A house in Montgomery County was leveled early Friday in an explosion that was heard miles away, and by evening officials said they still had not been able to find the man who had lived there.
“We had a full and total destruction of the house,” Montgomery Fire Chief Scott Goldstein said Friday afternoon, standing near a rubble pile that had once been a 1,000 square foot home in the Randolph Hills community, which is in the North Bethesda area.
It was not immediately clear what caused the explosion, but officials said that Washington Gas had turned off gas to the home in June 2015. Then, starting in December 2016, the utility company had noticed unauthorized use of gas in the home, Goldstein and Washington Gas officials said.
Officials said the home may have been in foreclosure, with an action scheduled for the end of this week. “We believe it was a bank sale,” Goldstein said.
Goldstein and others did not identify the person who had lived there, and officials said they did not know for certain when the man was last in the house. Neighbors said the man lived alone, and one said he worked as a plumber.
The blast erupted just before 1 a.m. along the 11400 block of Ashley Drive. Debris was spread as far as 600 yards from the home. Nine other houses were damaged, as were nine cars. No one was injured outside the home, officials said.
A cadaver-sniffing dog had indicated there might be remains at the site. Rescue workers conducted a painstaking search, going layer by layer through the rubble, officials said
Goldstein said people throughout the upper Bethesda and Kensington areas, which are several miles away, called 911 to report hearing and feeling the explosion.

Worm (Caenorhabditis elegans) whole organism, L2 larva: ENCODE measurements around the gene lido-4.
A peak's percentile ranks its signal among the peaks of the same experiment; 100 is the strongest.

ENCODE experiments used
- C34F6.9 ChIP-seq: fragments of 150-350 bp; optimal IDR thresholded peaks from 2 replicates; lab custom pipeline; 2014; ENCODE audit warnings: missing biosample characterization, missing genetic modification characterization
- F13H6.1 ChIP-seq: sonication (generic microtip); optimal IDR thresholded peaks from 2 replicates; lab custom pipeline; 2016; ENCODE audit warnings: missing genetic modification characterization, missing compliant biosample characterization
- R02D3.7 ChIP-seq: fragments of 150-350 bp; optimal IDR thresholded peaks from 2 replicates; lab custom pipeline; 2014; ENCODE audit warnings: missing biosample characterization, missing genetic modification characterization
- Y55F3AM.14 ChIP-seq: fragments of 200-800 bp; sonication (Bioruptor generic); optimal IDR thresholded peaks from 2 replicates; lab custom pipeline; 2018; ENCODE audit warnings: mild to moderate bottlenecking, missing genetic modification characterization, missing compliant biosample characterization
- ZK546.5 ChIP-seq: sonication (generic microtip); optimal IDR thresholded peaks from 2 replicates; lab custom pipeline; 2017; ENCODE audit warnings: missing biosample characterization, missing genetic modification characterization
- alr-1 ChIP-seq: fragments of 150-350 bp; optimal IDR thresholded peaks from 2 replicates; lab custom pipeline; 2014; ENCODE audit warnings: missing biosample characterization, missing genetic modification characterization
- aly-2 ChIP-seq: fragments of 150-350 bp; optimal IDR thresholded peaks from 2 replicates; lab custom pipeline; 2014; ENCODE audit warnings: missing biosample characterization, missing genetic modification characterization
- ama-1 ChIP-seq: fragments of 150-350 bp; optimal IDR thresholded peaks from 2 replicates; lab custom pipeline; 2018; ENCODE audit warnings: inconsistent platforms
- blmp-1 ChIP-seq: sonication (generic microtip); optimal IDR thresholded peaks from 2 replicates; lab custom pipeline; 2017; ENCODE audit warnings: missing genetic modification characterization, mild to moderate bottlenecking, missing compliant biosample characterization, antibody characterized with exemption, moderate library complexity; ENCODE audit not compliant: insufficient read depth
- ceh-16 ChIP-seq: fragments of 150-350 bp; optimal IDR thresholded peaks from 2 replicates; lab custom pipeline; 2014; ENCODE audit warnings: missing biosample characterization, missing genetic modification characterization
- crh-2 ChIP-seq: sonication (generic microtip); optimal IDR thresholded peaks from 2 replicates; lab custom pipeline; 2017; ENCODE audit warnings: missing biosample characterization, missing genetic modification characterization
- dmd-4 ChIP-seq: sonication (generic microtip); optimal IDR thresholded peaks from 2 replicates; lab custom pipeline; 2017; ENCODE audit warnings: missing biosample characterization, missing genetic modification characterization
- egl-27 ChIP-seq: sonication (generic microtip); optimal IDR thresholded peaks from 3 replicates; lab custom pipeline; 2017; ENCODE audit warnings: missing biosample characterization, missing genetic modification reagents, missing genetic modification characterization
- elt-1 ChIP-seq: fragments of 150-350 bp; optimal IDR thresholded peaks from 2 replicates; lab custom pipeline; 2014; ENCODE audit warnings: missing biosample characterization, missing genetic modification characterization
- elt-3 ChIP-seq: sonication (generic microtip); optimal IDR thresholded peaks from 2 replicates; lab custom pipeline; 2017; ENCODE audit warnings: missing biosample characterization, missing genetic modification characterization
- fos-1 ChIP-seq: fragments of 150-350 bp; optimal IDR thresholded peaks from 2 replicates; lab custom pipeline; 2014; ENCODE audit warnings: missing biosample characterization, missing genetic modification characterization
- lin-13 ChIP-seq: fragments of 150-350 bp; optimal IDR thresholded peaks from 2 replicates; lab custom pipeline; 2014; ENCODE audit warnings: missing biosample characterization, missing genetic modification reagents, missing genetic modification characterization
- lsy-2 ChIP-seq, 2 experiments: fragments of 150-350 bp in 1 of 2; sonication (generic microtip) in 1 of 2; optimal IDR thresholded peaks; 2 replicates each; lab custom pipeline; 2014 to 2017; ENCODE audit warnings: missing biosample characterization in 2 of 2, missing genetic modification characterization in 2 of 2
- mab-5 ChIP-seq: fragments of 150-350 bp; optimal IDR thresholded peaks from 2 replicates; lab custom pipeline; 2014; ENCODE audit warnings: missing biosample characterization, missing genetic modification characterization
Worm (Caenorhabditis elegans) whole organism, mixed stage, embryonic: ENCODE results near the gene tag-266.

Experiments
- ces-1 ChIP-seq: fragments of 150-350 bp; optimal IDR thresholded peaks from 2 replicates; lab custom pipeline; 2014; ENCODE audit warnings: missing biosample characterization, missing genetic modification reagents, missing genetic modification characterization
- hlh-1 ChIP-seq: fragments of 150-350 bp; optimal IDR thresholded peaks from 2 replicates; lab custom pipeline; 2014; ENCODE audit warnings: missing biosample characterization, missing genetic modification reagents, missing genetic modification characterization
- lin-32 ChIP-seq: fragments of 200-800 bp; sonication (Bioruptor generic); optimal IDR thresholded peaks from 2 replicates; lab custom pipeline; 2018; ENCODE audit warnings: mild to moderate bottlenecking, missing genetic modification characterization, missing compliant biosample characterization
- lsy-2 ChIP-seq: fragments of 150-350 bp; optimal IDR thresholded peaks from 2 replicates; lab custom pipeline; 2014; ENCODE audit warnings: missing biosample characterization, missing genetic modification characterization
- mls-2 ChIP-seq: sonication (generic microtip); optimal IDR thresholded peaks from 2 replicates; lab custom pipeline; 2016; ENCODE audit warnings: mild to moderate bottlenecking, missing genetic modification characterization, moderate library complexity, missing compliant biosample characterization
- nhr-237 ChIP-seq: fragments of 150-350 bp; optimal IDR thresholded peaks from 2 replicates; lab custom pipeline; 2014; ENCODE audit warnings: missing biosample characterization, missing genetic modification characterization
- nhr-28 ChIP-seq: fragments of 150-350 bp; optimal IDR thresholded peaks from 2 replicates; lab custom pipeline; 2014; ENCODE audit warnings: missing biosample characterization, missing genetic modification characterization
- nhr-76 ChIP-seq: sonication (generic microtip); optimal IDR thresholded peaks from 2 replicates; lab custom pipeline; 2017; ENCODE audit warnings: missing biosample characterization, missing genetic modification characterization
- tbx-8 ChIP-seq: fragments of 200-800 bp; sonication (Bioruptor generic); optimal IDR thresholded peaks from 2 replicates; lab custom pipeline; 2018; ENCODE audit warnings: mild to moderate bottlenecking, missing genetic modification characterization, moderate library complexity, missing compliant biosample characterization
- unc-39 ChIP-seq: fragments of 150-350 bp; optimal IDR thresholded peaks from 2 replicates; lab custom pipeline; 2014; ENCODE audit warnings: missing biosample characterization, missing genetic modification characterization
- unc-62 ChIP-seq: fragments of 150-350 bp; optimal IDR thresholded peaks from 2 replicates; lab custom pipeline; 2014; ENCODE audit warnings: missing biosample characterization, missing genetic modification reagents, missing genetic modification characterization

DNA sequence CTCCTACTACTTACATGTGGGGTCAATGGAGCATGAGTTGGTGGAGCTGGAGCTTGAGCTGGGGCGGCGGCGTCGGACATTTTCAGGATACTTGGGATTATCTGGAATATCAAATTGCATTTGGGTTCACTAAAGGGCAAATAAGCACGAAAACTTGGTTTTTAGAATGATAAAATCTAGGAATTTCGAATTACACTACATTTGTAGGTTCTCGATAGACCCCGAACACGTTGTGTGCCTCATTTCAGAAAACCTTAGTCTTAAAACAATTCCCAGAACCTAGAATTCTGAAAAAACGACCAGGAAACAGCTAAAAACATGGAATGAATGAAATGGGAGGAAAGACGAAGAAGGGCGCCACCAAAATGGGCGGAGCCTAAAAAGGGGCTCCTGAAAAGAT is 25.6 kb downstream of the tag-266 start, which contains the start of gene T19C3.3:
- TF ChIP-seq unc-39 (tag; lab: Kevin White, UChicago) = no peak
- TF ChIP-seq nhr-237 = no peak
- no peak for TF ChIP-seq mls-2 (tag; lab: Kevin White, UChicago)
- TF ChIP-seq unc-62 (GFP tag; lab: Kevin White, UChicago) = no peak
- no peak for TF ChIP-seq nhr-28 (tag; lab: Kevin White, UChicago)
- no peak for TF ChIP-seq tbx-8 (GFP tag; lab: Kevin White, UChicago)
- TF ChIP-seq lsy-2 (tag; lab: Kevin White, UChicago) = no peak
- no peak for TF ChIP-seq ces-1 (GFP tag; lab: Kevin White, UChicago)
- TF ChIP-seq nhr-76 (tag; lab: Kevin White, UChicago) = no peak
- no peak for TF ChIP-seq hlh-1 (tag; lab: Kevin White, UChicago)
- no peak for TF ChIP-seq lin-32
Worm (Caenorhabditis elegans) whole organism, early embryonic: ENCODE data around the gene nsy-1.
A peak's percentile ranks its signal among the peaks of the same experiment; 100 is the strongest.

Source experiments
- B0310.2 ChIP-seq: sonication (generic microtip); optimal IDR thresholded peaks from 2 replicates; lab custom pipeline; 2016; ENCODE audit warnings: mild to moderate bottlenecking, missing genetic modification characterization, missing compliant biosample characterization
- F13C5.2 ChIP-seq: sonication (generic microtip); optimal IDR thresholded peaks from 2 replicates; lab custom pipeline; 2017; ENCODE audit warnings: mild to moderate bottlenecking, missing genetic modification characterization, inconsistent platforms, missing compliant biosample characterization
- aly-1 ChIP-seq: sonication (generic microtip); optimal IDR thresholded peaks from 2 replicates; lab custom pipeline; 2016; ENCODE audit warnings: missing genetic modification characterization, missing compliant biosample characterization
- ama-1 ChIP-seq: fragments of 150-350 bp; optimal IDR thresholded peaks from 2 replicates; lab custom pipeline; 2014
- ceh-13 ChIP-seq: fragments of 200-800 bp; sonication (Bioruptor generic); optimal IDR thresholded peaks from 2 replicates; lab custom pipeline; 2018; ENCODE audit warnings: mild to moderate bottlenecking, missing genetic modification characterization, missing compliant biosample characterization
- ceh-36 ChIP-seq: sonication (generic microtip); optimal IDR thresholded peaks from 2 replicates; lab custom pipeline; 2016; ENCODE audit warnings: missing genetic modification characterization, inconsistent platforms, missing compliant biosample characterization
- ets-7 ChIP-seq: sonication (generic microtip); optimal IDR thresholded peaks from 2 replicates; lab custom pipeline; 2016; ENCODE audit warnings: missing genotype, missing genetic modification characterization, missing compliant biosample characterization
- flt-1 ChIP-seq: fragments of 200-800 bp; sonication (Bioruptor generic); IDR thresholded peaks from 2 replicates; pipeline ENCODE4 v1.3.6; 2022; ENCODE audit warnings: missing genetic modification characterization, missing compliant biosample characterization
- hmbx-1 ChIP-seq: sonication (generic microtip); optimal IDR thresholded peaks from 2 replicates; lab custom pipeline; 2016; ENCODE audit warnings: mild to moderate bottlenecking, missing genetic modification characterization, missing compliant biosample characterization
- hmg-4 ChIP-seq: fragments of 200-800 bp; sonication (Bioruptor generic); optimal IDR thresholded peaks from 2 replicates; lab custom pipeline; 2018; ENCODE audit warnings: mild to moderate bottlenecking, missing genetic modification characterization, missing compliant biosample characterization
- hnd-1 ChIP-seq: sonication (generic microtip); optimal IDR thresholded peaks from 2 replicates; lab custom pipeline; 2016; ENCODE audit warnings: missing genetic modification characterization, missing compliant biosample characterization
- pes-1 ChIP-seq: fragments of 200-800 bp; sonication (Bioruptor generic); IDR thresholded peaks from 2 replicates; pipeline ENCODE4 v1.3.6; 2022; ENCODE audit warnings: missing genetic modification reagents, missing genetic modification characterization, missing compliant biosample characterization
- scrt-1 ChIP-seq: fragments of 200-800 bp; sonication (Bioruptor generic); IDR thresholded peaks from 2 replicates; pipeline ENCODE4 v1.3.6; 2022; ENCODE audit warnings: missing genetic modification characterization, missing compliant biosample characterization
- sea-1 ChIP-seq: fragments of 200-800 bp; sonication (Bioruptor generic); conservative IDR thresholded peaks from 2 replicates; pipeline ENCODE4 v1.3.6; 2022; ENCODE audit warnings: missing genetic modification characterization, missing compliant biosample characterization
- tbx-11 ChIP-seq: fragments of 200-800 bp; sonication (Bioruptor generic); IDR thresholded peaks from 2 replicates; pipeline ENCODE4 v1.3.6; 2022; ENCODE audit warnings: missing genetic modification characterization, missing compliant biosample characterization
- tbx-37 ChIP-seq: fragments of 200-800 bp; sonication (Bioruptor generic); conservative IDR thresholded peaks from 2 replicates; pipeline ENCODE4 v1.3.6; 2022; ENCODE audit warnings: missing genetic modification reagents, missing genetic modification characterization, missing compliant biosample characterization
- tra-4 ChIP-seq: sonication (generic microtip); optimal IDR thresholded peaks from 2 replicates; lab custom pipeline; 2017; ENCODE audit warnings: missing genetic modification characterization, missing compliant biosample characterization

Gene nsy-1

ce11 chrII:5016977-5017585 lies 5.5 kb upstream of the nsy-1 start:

Cheryl Rice, who lives across the street, said she, her husband and their son awoke to the sound of “an immediate, big, big explosion.”
“We used to live in California, so we know what an earthquake is like, but it was worse,” Rice said. “The whole house shook like crazy.”
Rice said that because it was nighttime the family initially couldn’t see what had happened. Then, she said, “our eyes focused, and we said, ‘Oh my gosh, there’s no house over there.’ ”
She said they called 911, then went outside. That is when they saw a “little bit of orange” from flames, she said, and then “it really, really caught on fire.”
Rice said she had not seen much of the man who lived in the home over the last year. She said he would come and cut the grass, then leave. She described him as a tinkerer and said that years ago he sharpened some lawn mower blades for her and she ended up giving him the lawn mower. She said the man adopted greyhounds that had been rescued.
Alan Breon, who lives next door to the home that exploded, said the home’s occupant lived alone and worked as a plumber.
Breon, who said he has lived on the street since 1959, described his neighbor as friendly and got choked up talking about him. “When a tree limb came down, he helped,” Breon said of the neighbor. “In a storm, he was always there.”
He said that after the blast, he went outside and “was in shock,” to see flames.
As he recalled the incident later in the morning, Breon looked outside his windows, four of which had been blown out. Insulation littered the yard and street. The debris, Breon said, makes it “look like a haunted movie.”
On Friday, as Rice looked out her front door at the explosion site, she said, “I hope he’s not there.”